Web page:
In mid-2009, the city of Minneapolis hired facilities management firm AEG to help make Target Center more competitive with St. Paul’s Xcel Energy Center. AEG operates 50 arenas nationwide, including Staples Center in Los Angeles.
— Gregory J. Scott
NE firefighters museum hires historical consultants
HOLLAND — The Bill and Bonnie Daniels Firefighters Hall and Museum, at 664 22nd Ave. NE, has won a $7,000 grant and is using the money to hire expert museum consultants to help legitimize the facility as a historical institution.
“What we have with the fire museum is a group of enthusiasts or collectors who got together with a like passion, but they don’t know how to take it to the next level,” said Kidd Jean, a member trustee of the museum.
“So that’s what this is for. To take it from a group of enthusiasts and make it a professional organization.”
The Firefighters Hall has been in Holland for five years, but its history dates back at least to 1979, Jean said. In addition to its meeting hall and its many interactive displays, the museum also features historic fire rigs that are more than 100 years old.
With the grant money, which flows from Minnesota’s cultural heritage Legacy Amendment, the museum has hired the Bluestem Heritage Group as a consultant.
“We’ll do an attendance analysis, we’ll do an overview of how we’re maintaining our collection,” said Jean.
She added that this summer the museum plans to partner with neighboring Edison High School to have students paint a mural along the building’s 200-foot wall, which faces the Edison football field.
— Gregory J. Scott
Affordable housing comes to 7th & Hennepin
DOWNTOWN CORE — A mostly vacant building on Downtown’s main thoroughfare will soon be the site of affordable, workplace housing.
St. Paul-based developer Everwood Development wants to put 45 studio, one- and two- bedroom apartments in the upper floors of an office building at 7th & Hennepin.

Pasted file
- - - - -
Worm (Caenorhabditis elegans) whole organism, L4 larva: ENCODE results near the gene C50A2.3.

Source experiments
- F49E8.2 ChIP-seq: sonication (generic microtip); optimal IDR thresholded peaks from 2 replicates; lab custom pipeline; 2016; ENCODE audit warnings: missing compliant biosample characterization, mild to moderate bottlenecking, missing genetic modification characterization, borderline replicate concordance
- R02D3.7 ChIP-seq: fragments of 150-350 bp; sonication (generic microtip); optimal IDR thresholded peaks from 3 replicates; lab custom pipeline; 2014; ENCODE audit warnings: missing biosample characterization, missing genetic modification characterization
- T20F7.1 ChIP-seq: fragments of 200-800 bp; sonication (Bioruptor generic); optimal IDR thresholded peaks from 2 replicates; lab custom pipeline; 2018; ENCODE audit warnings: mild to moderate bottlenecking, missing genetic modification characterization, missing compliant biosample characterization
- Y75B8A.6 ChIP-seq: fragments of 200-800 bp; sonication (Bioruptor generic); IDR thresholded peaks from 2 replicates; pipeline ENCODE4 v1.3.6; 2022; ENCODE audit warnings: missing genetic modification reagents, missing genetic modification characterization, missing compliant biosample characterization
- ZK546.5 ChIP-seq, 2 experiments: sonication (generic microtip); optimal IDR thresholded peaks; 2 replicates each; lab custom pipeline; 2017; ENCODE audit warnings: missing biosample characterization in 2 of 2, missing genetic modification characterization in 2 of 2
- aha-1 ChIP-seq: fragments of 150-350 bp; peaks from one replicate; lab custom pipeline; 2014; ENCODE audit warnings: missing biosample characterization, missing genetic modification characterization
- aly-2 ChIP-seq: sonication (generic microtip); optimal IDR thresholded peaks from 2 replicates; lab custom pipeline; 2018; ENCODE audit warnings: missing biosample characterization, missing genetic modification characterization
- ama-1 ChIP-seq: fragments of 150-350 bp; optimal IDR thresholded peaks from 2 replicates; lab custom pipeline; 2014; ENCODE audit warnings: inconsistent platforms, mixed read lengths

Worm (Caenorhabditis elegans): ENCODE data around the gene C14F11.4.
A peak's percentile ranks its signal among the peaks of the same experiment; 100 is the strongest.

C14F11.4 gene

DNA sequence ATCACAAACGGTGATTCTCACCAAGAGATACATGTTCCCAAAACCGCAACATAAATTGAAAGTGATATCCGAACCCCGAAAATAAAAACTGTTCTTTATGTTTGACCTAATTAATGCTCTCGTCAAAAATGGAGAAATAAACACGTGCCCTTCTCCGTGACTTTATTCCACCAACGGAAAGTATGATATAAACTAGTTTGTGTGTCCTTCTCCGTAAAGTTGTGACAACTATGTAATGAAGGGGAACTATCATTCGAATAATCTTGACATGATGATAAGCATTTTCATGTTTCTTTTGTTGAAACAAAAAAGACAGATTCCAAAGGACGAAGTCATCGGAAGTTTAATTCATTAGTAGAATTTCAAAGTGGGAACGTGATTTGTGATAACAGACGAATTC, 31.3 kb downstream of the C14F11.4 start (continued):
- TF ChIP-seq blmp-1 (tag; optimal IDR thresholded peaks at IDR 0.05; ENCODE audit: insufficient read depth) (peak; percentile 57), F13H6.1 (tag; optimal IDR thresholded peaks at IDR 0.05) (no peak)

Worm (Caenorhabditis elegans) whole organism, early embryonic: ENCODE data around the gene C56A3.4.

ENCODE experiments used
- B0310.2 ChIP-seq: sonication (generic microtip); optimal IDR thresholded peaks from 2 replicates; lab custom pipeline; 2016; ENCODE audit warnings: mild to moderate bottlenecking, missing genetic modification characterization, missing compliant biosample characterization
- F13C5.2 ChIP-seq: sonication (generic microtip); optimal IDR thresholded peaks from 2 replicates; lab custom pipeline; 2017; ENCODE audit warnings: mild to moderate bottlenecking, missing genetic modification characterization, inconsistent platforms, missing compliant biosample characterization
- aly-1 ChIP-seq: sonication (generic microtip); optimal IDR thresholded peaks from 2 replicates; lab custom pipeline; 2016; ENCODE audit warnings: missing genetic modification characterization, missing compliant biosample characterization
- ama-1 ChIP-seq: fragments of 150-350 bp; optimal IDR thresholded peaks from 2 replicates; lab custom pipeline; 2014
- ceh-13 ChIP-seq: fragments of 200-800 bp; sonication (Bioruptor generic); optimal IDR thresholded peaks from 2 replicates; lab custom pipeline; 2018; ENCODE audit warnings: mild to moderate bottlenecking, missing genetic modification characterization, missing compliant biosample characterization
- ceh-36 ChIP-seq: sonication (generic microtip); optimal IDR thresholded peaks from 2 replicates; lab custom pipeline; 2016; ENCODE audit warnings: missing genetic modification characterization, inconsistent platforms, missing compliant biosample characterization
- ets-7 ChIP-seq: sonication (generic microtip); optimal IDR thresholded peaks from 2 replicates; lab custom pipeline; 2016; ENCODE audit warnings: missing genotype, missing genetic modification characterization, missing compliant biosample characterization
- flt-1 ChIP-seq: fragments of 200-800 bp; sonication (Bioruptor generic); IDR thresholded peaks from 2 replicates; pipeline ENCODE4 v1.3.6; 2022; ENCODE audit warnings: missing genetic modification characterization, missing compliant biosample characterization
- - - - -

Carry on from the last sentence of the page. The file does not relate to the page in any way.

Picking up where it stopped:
The building, constructed in 1921, is the current home of the International Education Center, a school that provides English instruction and employment training for adults of foreign origin. If Everwood’s plans come to fruition, the school will retain its space on the building’s first three floors, and the rentals will occupy the higher levels.
And they won’t cost an arm and a leg. Bucking the trend of high luxury, amenities-packed rental developments, like the recently opened Mill District City Apartments, the Everwood Development would offer rents more in line with other areas of the city.
According to Project Partner Elizabeth Flannery, 550- to 800-square foot efficiencies would begin at around $600 per month. Two-bedrooms could rent as low as $900 per month.
The prices are kept low through the use of the low-income housing tax credit and the historic tax credit. Qualified tenants would need an annual income that does not exceed 50 percent of the area median. Flannery estimated this would be $35,000 or lower.
“We definitely think there’s a strong market for [workplace housing] Downtown,” she said. “The market-rate, luxury rentals, there’s a lot of those products Downtown. And there isn’t a lot at a rent level that is more affordable. We want people who work Downtown at all income levels to have quality.”
The $9.5 million development, to be called City Place Lofts, will boast 9-foot ceilings and original terrazzo floors. Flannery said that Everwood would close on the property soon and that construction could begin by June. If all goes accordingly, the Lofts could be open by this time next year.
“It’s an active corner. It’s in the heart of the theater district,” said Flannery. “It’s close to transit and other amenities Downtown. And employment opportunities.”
— Gregory J. Scott
Basilica spruces up leather doors
LORING PARK — The Basilica of Saint Mary, the 103-year-old church at the southwest edge of Downtown, has repaired the 28 leather panels covering the doors leading into its nave.
The doors’ leather, which most likely dates back to the early 1920s, according to Basilica staff, was cracked, and the metal push plate and hardware were also quite worn. The church’s facilities director Dave Laurent had resorted to making repairs with duct tape, said Diana Gulden, board president of The Basilica Landmark, the non-profit that oversaw the restoration. The basilica’s doors had never been refurbished.
Donations to the Basilica Landmark’s Fund-A-Need program covered the repairs.
— Gregory J. Scott